Will James | KNKX

Will James

Special projects reporter and producer

Will James reports and produces special projects, including podcasts and series, for KNKX. He created and hosted the Outsiders podcast, chronicling homelessness in Olympia for more than a year, in partnership with The Seattle Times. He co-hosted and helped produce the Transmission podcast, telling stories about COVID-19 in the Pacific Northwest. He previously covered the South Sound region for KNKX, and came to the station after reporting for newspapers in his home state of New York. 

Ways to Connect

In this Feb. 18, 2020, photo, then-Pierce County Sheriff's Department spokesman Ed Troyer answers questions during a news conference in Tacoma. Troyer was elected Pierce County sheriff in November.
Ted S. Warren / The Associated Press file

Washington Attorney General Bob Ferguson says his office will investigate Pierce County Sheriff Ed Troyer for possible crimes related to an incident on Jan. 27. Early that morning, Troyer followed a Black newspaper carrier through his Tacoma neighborhood, thinking the driver was suspicious.

Troyer then called 911, prompting a heavy response by police who thought the county's top law enforcement official was in danger.

A woman holds up a George Floyd poster across from the Hennepin County Government Center, Tuesday, April 20, 2021, in Minneapolis, after jurors found former Minneapolis police officer Derek Chauvin guilty on all counts in the death of Floyd.
Jim Mone / The Associated Press

 


Former police officer Derek Chauvin was found guilty Tuesday on three charges related to the May 25, 2020, death of George Floyd – unintentional second-degree murder, third-degree murder and second-degree manslaughter. That verdict in Minneapolis sent a wave of relief throughout the country, including here in Washington.

People wear masks as they cross a street Tuesday, July 7, 2020, near a sign for the Pike Place Market in Seattle.
Ted S. Warren / The Associated Press file

Even as older and more at-risk people continue to get vaccinated, the Seattle area is still at risk for a “fourth wave” of the coronavirus. That’s according to King County’s top public health doctor.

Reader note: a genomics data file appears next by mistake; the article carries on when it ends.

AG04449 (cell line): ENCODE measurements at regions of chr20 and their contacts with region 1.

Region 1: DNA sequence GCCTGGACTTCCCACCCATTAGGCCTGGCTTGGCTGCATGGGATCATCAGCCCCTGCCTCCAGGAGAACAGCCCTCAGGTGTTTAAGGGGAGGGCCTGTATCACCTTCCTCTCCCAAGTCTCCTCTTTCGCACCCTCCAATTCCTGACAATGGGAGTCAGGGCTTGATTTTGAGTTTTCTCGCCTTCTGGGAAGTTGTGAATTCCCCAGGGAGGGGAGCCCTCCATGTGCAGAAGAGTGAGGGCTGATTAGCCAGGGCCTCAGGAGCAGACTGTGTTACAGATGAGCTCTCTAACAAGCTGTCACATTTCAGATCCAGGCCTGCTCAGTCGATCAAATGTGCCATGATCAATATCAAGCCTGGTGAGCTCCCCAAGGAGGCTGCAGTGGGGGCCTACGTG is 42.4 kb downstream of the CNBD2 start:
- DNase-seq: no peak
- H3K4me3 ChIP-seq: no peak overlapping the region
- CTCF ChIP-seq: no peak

In this Feb. 18, 2020, photo, then-Pierce County Sheriff's Department spokesman Ed Troyer answers questions during a news conference in Tacoma. Troyer was elected Pierce County sheriff in November.
Ted S. Warren / The Associated Press file

Pierce County leaders say they are "concerned" and want more information about an incident in which county Sheriff Ed Troyer followed a Black newspaper delivery driver and then called 911 on him, prompting a large police response.

Law enforcement fills a Tacoma intersection on Jan. 23 after a police officer responding to reports of street racing drove through a crowd. The burned rubber from the illegal racing and burnouts marks the pavement at Ninth Street and Pacific Avenue.
Ted S. Warren / The Associated Press

In January, social-media videos circulated widely in Tacoma and beyond. They showed a Tacoma police officer driving his patrol vehicle through a group of people. Two were injured.

Officer Khanh Phan was responding to an illegal gathering of people watching drivers do stunts in cars in a downtown intersection. Police say he feared for his life when some people in the crowd gathered around his vehicle.

Adrian Florez / KNKX

When 65-year-old Bonnie McGuire was vaccinated earlier this year for COVID-19, a huge weight of worry disappeared in an instant. 

“I felt amazingly serene," she says. "It was a strange feeling. I've never had this experience, and none of us in this country ever have, where this shot will keep you, you know, you will not die on a ventilator alone in a hospital – with this one little jab in your arm. It's startling the simplicity of that." 

The silent march for Manny Ellis began at the New Covenant Pentecostal Church in Tacoma and was accompanied by a steady drum beat as protesters made their way to People’s Park.
Ronnie Estoque / South Seattle Emerald

Days before the anniversary of Manuel Ellis’ death, about 200 people marched a mile through Tacoma, quiet except for the beating of a drum.

The “silent march” Sunday was organized by Black religious leaders in Tacoma to commemorate Ellis, who was killed by Tacoma police on March 3, 2020.

Adrian Florez / KNKX

 

Emergencies do something to our brains. A few months after a catastrophe, people find themselves more irritable and less able to concentrate. Rates of depression and anxiety rise. Same with substance use and suicide. This has been observed in disaster after disaster. 

In fact there are three distinct phases: the honeymoon phase, the disillusionment phase and the recovery phase. People who lived through Hurricane Katrina and 9/11 know what all of this feels like.

Ted S. Warren / The Associated Press